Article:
Sustaining a series

Retired SMSU English professor releases the third book in his Marsco series

Photo by Karin Elton James Zarzana pauses at his desk where he works on his novels. He conceived the Marsco series more than 20 years ago,


His books are set some time in the future. The world he created, along with much of the solar system, are controlled by a giant, often-indifferent corporation that has power over government, space mining, technology, the military and much of public life. It’s about as far away from the prairies of southwest Minnesota as you can get, but James Zarzana says his books are not out of touch with reality.

“I consider it science fiction, but it’s realistic,” he said. “You want your book to be as lifelike as possible.”

Zarzana, a retired Southwest Minnesota State University English professor, has finished the third in a four-novel series called The Marsco Saga. The third book is “The Marsco Sustainability Project.” There will be a publication launch for the third book from 6-7:30 p.m., Tuesday at the Marshall-Lyon County Library.

Zarzana conceived of the series more than 20 years ago, long before a few major tech and science companies started to dominate American culture and business. Marsco is a business that grew to power after a devastating war and has elements of Microsoft and, if you want, Wal-Mart, Google, Facebook and Twitter in it. The company seems to see and know a lot, certainly wants to control a lot and has its detractors — some of them outright dissidents. Yet, others want to work for Marsco, finding prestige in a company that is forward-looking in science and medicine, even if it keeps its advances mostly for a select few people.

But what Zarzana likes more about his books isn’t that they have predicted a future somewhat like our current life, but the people in them. His characters are true to life, he says — believable and likeable. It helps that he is an English literature scholar, he said, and reads not only science-fiction but much more. He knows that the best literature is character-driven.

“I think my characters grow (through the series),” he said. “There is development of the characters from book to book.

“In the third book, I have two major characters — Sarah and Kyle –who grow at the end from where they started out. I’m really proud of them as characters and what they are able to do.”

His characters express a range of human emotions and actions from love and anger to distrust and discrimination and flaunting of authority, from joy to sorrow.

“Humans (in the books) are going to fall in love, going to do what humans do. They have to decide between standing up (to the company) or laying low, hunkering down and just getting along. I want them to be like characters you’d see in a coffee shop and say ‘they seem real.'”

When his copy editor was reading a draft of the third book she had to put it down at times because it got to her emotionally, he said.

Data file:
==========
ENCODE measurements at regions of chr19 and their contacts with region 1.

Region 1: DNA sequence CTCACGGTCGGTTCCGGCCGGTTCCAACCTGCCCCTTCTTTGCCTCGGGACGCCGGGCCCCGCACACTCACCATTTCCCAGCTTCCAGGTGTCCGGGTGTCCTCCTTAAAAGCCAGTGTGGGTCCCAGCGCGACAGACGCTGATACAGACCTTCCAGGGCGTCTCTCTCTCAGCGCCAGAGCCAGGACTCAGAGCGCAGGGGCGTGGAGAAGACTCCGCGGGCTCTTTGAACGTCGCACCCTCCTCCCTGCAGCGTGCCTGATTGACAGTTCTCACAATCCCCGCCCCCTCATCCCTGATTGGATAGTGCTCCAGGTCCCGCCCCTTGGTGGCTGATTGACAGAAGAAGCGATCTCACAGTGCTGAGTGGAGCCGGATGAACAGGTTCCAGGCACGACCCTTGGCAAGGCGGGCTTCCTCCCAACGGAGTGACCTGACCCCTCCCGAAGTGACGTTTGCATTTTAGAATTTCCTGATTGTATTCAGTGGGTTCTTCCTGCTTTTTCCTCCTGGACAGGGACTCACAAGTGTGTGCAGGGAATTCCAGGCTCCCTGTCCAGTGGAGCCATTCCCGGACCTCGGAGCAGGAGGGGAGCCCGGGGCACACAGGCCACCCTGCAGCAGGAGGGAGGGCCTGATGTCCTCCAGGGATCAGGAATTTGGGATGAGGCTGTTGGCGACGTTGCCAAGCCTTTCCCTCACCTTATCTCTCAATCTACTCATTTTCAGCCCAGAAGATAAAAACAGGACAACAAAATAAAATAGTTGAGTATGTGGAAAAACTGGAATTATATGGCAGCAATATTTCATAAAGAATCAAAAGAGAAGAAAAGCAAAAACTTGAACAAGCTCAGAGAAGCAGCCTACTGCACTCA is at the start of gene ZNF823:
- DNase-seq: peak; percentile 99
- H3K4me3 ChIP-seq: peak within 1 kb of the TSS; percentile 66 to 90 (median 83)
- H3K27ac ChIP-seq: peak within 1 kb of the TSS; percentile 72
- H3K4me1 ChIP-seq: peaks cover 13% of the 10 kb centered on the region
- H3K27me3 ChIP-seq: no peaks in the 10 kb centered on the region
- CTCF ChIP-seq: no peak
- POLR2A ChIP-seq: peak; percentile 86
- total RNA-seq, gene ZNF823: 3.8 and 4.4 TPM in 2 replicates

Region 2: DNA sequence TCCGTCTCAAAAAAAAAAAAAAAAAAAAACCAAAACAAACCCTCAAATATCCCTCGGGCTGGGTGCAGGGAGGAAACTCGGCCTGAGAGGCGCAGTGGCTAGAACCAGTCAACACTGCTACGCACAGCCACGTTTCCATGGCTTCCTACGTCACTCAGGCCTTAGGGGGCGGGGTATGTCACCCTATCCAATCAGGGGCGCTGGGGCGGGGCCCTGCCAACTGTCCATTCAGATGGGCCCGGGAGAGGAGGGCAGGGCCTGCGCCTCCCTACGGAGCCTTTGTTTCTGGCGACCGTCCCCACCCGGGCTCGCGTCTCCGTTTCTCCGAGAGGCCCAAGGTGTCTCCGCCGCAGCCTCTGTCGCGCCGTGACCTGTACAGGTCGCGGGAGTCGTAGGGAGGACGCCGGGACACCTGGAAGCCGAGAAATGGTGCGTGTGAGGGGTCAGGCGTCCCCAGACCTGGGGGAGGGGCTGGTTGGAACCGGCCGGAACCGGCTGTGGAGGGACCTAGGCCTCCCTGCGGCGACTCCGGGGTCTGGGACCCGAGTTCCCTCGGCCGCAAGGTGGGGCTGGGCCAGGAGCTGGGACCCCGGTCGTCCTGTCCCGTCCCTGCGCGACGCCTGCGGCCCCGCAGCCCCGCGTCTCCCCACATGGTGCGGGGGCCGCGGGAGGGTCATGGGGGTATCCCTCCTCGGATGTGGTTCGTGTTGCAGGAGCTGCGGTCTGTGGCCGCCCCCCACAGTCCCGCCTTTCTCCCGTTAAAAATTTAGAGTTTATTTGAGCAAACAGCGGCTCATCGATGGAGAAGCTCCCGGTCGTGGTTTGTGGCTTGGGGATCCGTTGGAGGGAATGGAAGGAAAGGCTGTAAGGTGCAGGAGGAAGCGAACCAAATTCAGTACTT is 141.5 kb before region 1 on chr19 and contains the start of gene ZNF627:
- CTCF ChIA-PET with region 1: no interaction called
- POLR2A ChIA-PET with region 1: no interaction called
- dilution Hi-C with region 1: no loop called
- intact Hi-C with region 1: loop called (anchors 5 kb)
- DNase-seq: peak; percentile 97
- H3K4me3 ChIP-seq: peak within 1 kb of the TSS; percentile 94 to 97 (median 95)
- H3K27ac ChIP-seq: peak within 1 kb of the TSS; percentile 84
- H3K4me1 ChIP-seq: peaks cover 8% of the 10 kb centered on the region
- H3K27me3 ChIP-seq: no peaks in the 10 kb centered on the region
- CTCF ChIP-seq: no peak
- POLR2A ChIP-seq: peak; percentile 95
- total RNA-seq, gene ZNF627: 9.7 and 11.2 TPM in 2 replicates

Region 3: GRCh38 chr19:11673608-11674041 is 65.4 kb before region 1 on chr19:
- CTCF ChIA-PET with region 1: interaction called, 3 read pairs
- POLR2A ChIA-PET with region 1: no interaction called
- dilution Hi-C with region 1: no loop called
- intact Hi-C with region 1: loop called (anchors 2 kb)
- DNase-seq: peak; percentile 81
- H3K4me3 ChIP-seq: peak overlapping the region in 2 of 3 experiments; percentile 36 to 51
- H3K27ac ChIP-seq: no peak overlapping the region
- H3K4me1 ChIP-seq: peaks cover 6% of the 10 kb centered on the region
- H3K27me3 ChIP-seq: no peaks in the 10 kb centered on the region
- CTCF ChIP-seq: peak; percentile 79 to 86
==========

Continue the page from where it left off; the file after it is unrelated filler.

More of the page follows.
“My copy editor, who is supposed to be looking for commas and typos, at one point emailed me and said ‘I had to stop because I’m crying!’ It’s an intense story.”

In a moment that reinforced the hold characters can take on readers, Zarzana was startled one day when he was shopping at the Marshall Hy-Vee and a man came up to him. The man said, “I don’t like what you did to that priest.” Zarzana had to pause for a moment, wondering if he had insulted a priest in town. Then he realized, “oh, he’s read the book.” In one of the early books, Zarzana kills off a priest who had grown into a character readers enjoyed.

His books are also realistic because of how Zarzana employs science in them. At times, he doesn’t overuse science, writing either vaguely or venturing into unknown areas where science has yet to be tested so there are no right or wrong answers. In other areas, where the science is proven, he stays close to what we know.

“I try to make the science as accurate as possible,” he said. “Like with the space-travel scenes, and hibernation scenes. Hibernation — the possibility of putting someone to sleep for several months is something we’re getting close to a breakthrough on.”

The fight some characters wage against the large company — either in open defiance or subtle ways — isn’t meant to mean that Zarzana has taken a side against Marsco.

“I always wanted some ambiguity about Marsco, in the sense that it’s not monothically bad,” he said. Marsco doesn’t set out to ruin life for everyone, but does damage anyway because of its size. “It’s just like anything. An automobile can be a good thing, but if someone gets drunk and drives and kills someone, it’s not.

“On the overall scale, Marsco falls to the bad side. But they’ve opened up science and are making medical advances and are going to Jupiter, although they don’t open those things up to everybody. So there’s some ambiguity.”

Zarzana already was working on drafts of books three and four when Book 2 came out. He had hoped to deliver the third book in 2017 but it took longer to finish than he thought.

Nevertheless, he said, “I’ve had so much fun. The people that have read it have commented on how much of it seems to be happening (in real life) and how much they like the characters.”

Zarzana, who is moving to South Bend, Ind., with his wife, Marianne, this winter after 30 years in Marshall, is at work on a children’s book, as well as the fourth book in The Marsco Saga.

Signed copies of “The Marsco Sustainability Project,” will be on sale at Books on Third in the Marshall Fine Arts Center, and also at the SMSU campus book store.


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